Recent data from the Bank of America Merrill Lynch Fund Manager’s survey shows that investor sentiment towards Europe has recently risen from ambivalent to slightly positive – the strongest read since May last year. We do understand asset allocator’s periodic aversion to Europe, but as stock pickers in the European space, we are always excited by the companies we meet and the investment opportunities we find.
The long-term European macroeconomic outlook still looks mediocre. Consensus estimates of Western Europe GDP growth and inflation are currently at +1.3% and +1.5% respectively, as collected by Bloomberg. To the extent that nominal GDP must correlate with revenue growth for the stock market, this presents an anaemic outlook for earnings growth this year. We aren’t economists and don’t intend to take a different view from consensus in this regard. In the medium term, a low fertility rate across Europe suggests populations will decline, and political movements across the continent suggest that voters don’t want to fill the population gap with immigration. If Europe runs out of workers, longer term economic growth will have to come from productivity growth.
Productivity growth in Europe hasn’t escaped the long-term global downtrend. There is speculation as to the reasons for this global decline, but one theory argues that quantitative easing has prevented the completion of the economic cycle (i.e. recession) where creative destruction clears out the dead wood of an economy and allows the recycling of capital into more productive assets. This is known in some circles as the ‘Japanification’ of Europe. The alternative, of course is that we suddenly remove QE and finally have the credit bust that has been postponed since the GFC (great financial crisis) – this doesn’t seem palatable. With a lack of workers and a lack of productivity growth, one wonders why we are excited about investing in Europe.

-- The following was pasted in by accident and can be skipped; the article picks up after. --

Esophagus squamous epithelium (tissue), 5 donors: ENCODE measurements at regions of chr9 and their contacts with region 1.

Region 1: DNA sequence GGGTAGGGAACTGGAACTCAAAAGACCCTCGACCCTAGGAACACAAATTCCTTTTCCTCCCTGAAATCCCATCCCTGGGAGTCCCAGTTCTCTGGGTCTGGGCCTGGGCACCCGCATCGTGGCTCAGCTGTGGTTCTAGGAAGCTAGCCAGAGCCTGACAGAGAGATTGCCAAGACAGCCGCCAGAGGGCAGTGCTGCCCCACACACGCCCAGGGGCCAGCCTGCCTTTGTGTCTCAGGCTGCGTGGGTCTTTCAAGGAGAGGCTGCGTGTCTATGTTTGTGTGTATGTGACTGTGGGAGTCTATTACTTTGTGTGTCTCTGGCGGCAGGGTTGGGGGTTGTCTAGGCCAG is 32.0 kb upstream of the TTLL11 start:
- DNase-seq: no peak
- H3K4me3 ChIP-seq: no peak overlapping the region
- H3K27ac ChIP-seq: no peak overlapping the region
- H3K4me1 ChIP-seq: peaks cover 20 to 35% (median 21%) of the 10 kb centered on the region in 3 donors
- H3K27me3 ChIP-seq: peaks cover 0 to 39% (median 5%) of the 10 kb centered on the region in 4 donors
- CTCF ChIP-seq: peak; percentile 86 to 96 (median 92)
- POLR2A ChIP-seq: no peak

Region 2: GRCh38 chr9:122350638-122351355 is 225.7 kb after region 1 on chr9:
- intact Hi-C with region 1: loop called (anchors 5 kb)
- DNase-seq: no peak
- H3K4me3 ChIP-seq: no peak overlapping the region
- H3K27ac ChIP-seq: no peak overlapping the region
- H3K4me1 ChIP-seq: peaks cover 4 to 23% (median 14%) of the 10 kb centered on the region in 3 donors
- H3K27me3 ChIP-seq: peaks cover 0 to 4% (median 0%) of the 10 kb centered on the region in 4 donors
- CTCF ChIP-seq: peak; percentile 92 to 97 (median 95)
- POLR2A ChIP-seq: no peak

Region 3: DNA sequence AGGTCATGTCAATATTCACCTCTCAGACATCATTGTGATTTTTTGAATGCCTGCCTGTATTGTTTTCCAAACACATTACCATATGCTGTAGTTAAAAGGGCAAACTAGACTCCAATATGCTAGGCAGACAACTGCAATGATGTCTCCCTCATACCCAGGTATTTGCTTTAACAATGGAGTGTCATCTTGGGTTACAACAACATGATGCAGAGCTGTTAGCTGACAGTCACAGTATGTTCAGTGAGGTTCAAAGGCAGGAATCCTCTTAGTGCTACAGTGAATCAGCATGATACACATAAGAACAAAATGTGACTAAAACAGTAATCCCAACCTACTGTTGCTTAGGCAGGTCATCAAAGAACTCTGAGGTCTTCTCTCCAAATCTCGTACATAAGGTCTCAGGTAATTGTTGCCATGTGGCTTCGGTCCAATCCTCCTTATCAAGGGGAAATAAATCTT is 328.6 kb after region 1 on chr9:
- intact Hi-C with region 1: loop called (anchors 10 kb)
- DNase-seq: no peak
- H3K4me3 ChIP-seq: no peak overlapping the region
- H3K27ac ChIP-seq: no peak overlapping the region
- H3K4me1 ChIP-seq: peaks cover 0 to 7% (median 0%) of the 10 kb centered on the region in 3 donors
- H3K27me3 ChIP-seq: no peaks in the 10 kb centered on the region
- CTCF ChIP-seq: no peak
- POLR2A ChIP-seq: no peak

Just because Europe isn’t growing fast doesn’t mean that there isn’t a high starting level of wealth. This translates into capital looking to back interesting ideas, and an educated population with those ideas. While Silicon Valley is the poster child for what happens when capital meets ideas (in a good way!), Europe has a similar fertile environment if one is willing to look outside European mega-cap companies. We are able to find great businesses – often world leaders in their particular niche that are growing out of a European base. Even if one is bearish on Europe, we still think there are companies worth investing in.
While Europe’s indices are dominated by large cap pharmaceutical and bank stocks, we’ve found far more esoteric and interesting businesses further down the market cap spectrum, from a yoghurt ingredients maker, to a chicken processing machine manufacturer, to a provider of the software that banks run on – all world leaders in their respective niches. These are businesses that we believe will thrive whatever the global economic outlook and although they have (some) domestic European exposure, they tend to be in niches that are growing at a very different rate to that of the European economy.
To conclude, we fear that with respect to Europe the macroeconomic outlook keeps people from investing in the region when there are a few fantastic companies that are well worth their interest. One might say that they can’t see the trees for the wood!!
The value of shares and the income from them are not guaranteed and can go down as well as up.
Currency exchange rate fluctuations may have a positive or negative impact on the value of your investment.
Forecasts are not reliable indicators of future returns.